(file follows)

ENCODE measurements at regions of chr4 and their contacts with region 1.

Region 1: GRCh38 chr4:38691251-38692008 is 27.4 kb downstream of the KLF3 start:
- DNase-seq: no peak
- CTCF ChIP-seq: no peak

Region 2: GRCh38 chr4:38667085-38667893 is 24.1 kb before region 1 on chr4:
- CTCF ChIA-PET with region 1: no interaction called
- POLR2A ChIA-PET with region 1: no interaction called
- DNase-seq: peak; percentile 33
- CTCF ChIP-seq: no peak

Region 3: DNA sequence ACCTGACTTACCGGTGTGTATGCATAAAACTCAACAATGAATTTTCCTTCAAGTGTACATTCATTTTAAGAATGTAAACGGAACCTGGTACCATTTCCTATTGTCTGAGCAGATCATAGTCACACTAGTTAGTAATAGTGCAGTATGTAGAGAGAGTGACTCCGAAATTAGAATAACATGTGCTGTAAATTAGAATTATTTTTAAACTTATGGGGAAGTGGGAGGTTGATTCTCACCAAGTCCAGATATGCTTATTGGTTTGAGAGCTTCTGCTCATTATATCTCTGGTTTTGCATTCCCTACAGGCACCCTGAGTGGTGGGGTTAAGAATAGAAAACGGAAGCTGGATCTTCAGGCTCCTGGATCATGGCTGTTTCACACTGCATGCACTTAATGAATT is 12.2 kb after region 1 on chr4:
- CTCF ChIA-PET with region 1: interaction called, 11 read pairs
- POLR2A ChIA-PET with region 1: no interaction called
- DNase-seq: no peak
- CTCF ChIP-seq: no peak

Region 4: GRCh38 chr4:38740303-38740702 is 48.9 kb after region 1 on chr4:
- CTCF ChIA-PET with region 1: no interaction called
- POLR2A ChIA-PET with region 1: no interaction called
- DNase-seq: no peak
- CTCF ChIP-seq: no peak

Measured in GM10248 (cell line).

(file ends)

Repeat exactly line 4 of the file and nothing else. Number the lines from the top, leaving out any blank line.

- CTCF ChIP-seq: no peak